Course Description

Course Name

Computer Systems and Organization

Session: VVLF3124

Hours & Credits

4 Credits

Prerequisites & Language Level

Taught In English

  • There is no language prerequisite for courses at this language level.


Computer Systems and Organization l

3 Credits | 300 Level | 50 Contact hours


Digital Design (2nd Edition), Frank Vahid, Wiley, 2010. The C programming language, By Brian W Kernighan and Dennis Ritchie, Prentice Hall; 2nd Edition (04/88)



Students learn the basic concepts of computer systems. Students are introduced to the concepts of computer architecture abstraction hierarchy ranging from a step above silicon to a step below modern programming languages. Students in this course will learn to write code in C and Assembly, how data is stored in memory, memory organization, data representation, the logical design of computers, the basics of hardware design from gates and registers through general-purpose computers, and legal, ethical, and security issues related to these topics.

Engineering in all fields is progressing at a rapid rate; the ability to design and create digital systems is increasingly important. Logic Design is the process of designing complex digital systems using simple two way switches. In this course we begin with binary (yes/no) phenomena and build successively more complex components and systems.

You will discover how simple gates are built from switches, how components are built from gates, how systems are built from components, from which the concept of memory will emerge, which will greatly expand the devices that we can design and use to create more complex systems.

A great way to learn about digital systems is to play with example systems and see how they work; that’s what you’ll do in many classes. There may be a short orientation lecture before you begin exploration or a summary discussion after your discovery. After that, you may be asked to extend the behavior of the given circuit or to use it as part of another system.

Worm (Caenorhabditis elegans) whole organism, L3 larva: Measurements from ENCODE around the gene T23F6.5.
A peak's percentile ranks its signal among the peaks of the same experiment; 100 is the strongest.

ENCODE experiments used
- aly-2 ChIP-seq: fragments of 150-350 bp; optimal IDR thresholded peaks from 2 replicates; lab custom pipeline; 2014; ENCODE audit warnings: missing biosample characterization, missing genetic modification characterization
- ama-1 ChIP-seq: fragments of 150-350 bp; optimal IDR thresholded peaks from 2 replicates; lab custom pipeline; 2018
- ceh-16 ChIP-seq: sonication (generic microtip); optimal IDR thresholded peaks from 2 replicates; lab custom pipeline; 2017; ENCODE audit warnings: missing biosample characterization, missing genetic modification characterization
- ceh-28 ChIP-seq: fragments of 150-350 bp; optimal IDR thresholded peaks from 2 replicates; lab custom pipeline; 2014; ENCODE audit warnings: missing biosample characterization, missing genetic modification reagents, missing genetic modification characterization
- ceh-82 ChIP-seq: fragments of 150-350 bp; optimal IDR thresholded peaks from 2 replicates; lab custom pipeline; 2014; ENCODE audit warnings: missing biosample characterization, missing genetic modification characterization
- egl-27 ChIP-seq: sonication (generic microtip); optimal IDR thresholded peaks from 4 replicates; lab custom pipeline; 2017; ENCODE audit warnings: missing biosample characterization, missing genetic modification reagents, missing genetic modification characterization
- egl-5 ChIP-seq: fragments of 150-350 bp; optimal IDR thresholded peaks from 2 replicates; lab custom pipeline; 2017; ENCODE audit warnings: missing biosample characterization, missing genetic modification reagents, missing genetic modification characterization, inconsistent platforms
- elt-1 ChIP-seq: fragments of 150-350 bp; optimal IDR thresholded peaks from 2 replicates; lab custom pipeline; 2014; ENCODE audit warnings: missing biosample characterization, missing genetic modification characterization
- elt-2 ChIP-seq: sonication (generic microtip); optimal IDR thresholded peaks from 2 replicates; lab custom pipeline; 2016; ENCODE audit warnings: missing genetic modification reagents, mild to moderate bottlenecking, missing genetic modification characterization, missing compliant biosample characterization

1. Introduction. Combinational Logic Design. Boolean Logic Gates. Boolean Algebra.
2. Representation of Boolean functions.
3. Representation of Boolean functions.
4. Decoders and Muxes.
5. Sequential Logic Design.
6. Reverse engineering of sequential circuits.
7. C introduction.
8. C programming. Procedures. Arrays. C std library conventions.
9. C programming: Input. Lookup tables LUT. memory errors.
10. Computer Architecture and Processor Technology
11. Datapath Components: Arithmetic Logic Units
12. C programming: interrupts and timers



In this course you will:
• Better understand how digital systems impact people’s lives.
• Experience how computer scientists and engineers build digital systems to solve a wide range of real problems in all fields.
• Improve your problem-solving skills, including design and debugging skills.
• Analyze and design in multiple levels of abstraction, that is, be able to move from detailed component-level design to system design (where components are treated as building blocks) and vice-versa.
• Learn the logical design of computers and the basic practical aspects about computer
programming using C, using modern ARM processors, as key piece of the Internet of Things (IoT).
• Understand how C become assembly and how assembly is run by a computer. Describe how
data is stored in memory.
• better understand the need for precision in technical communications, particularly with
respect to interface design.



Your final course average will be calculated using the following method:
• Labs and Exercises – 30% • Assignments – 20% The exercises will be a combination of design problems as well as paper-and pencil activities that address the topics studied.
• Exam 1 – 15% Covering the first third of the course.
• Exam 2 – 15% Covering the second third of the course.
• Final Exam – 20% Covering mainly the remainder of the course, with some material from the first two-thirds.

*Course content subject to change